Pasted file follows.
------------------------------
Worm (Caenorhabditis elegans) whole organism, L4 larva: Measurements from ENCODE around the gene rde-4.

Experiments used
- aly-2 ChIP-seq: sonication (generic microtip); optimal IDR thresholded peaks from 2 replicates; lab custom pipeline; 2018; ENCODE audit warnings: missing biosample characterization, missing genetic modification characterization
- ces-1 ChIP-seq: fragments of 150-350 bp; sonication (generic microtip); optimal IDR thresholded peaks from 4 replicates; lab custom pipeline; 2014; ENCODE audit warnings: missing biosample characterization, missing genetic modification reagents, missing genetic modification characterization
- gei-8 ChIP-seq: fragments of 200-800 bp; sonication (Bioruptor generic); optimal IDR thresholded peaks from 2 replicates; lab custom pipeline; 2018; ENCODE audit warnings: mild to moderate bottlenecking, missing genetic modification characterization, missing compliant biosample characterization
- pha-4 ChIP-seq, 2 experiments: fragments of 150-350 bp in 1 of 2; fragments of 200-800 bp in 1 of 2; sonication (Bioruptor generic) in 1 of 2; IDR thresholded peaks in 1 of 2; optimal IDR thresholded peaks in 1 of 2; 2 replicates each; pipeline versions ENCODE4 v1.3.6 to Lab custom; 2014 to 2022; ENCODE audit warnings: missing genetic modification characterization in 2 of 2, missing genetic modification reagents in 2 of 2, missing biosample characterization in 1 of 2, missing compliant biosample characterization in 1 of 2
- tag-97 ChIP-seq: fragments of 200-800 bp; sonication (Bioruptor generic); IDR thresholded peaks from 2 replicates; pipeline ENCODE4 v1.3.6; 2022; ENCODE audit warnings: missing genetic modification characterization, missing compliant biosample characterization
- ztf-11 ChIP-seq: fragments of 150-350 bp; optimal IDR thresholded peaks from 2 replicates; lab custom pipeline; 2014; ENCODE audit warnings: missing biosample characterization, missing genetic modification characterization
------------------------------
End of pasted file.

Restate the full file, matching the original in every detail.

Worm (Caenorhabditis elegans) whole organism, L4 larva: Measurements from ENCODE around the gene rde-4.

Experiments used
- aly-2 ChIP-seq: sonication (generic microtip); optimal IDR thresholded peaks from 2 replicates; lab custom pipeline; 2018; ENCODE audit warnings: missing biosample characterization, missing genetic modification characterization
- ces-1 ChIP-seq: fragments of 150-350 bp; sonication (generic microtip); optimal IDR thresholded peaks from 4 replicates; lab custom pipeline; 2014; ENCODE audit warnings: missing biosample characterization, missing genetic modification reagents, missing genetic modification characterization
- gei-8 ChIP-seq: fragments of 200-800 bp; sonication (Bioruptor generic); optimal IDR thresholded peaks from 2 replicates; lab custom pipeline; 2018; ENCODE audit warnings: mild to moderate bottlenecking, missing genetic modification characterization, missing compliant biosample characterization
- pha-4 ChIP-seq, 2 experiments: fragments of 150-350 bp in 1 of 2; fragments of 200-800 bp in 1 of 2; sonication (Bioruptor generic) in 1 of 2; IDR thresholded peaks in 1 of 2; optimal IDR thresholded peaks in 1 of 2; 2 replicates each; pipeline versions ENCODE4 v1.3.6 to Lab custom; 2014 to 2022; ENCODE audit warnings: missing genetic modification characterization in 2 of 2, missing genetic modification reagents in 2 of 2, missing biosample characterization in 1 of 2, missing compliant biosample characterization in 1 of 2
- tag-97 ChIP-seq: fragments of 200-800 bp; sonication (Bioruptor generic); IDR thresholded peaks from 2 replicates; pipeline ENCODE4 v1.3.6; 2022; ENCODE audit warnings: missing genetic modification characterization, missing compliant biosample characterization
- ztf-11 ChIP-seq: fragments of 150-350 bp; optimal IDR thresholded peaks from 2 replicates; lab custom pipeline; 2014; ENCODE audit warnings: missing biosample characterization, missing genetic modification characterization